In Songbirds and Stray Dogs, Jolene has been abandoned by her addict mother on the steps of her spinster aunt's door at eight years old. She's spent the last thirteen years living in the shadow of the pain her mother caused and trying to prove herself worthy of her aunt's stingy love. Unintentionally she becomes pregnant. When the father refuses her and her aunt kicks her out, Jolene tries to outrun her shame by heading to the mountains. Homeless, penniless, alone, and chased by demons from her past, she makes friends who help and hinder. She is forced to confront exactly who she is, what she wants, and what she is willing to do to get it. Geography and a sense of place are central to Songbirds and Stray Dogs. It is a Southern story, born of sweet tea and the Bible Belt, chow-chow and cornbread, shotguns and porch rocking. But it is also a universal story of escaping the burden of your past and finding yourself at home in a strange land.
Woven white wicker framed the bathroom mirror. Her big brown eyes looked back at her, wider than usual. In an attempt to relax her face, she lifted her brows and wrinkled her nose. She squared her shoulders and wiped her sweaty hands on the front of her dress before she gripped the edge of the sink. Today had to be the day. She had to tell him. She wouldn't be able to hide it much longer.
"You're going to be a dad," she said into the mirror as a huge smile overwhelmed her face. Her fingers reached out and brushed her image in the glass. "You're going to be a mom," she whispered. She took another deep breath and smoothed her skirt before grabbing her purse and heading out the door to David's. She spent the walk practicing her speech.
He was going to be so surprised. He would probably be worried. His work situation was still so tenuous and babies were expensive. They hadn't even said 'love' to each other yet.
Her stomach was a nest of snakes. Unlike declarations of love, this couldn't wait. She had a deadline. There wasn't time to feel ready. Jolene reached within herself and pulled out every shred of bravery she'd ever possessed. It was all going to be okay. She had a plan.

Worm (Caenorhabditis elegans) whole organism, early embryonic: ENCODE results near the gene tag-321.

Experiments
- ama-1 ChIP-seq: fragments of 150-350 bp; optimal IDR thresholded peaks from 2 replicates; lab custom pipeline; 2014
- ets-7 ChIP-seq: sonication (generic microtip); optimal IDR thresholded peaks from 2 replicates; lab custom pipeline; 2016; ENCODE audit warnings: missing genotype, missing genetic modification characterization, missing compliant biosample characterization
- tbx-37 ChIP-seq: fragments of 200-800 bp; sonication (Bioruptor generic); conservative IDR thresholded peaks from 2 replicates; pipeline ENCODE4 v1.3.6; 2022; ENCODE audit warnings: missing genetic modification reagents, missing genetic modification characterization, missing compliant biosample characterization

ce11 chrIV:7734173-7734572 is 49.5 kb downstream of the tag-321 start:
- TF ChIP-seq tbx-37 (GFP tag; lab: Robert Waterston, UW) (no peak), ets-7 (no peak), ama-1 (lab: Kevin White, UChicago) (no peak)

She knocked twice on his front door and let herself in.
He was in the La-Z-Boy in the living room, a can of beer crushed in his hand. "Oh, Jolene, you are a sight for sore eyes. You look extra pretty today, baby. Can you grab me a beer from the fridge before you sit down, darling?"
She turned and went to the kitchen wondering how many beers had come before the one she was pulling from the depths of David's harvest gold colored fridge. If this was three or four, this conversation might go easier than she expected. If it was five or more she wondered if she should come back tomorrow.
"Hey baby," he called from the other room. "Can you make me a sandwich too?"
She opened the door again and scanned the emptiness. Ketchup and bologna would have to do. She scraped fuzzy, grey mold off two pieces of bread and cut the finished sandwich into tiny triangles. David's kitchen always smelled of onions. The scent made her nauseous but she found that she was no longer in a hurry to get back to the living room and break the news. There was so much hinging on this moment. Her palms were sweaty, the knife slipped in her hand. She took her time preparing the food and let her mind wander.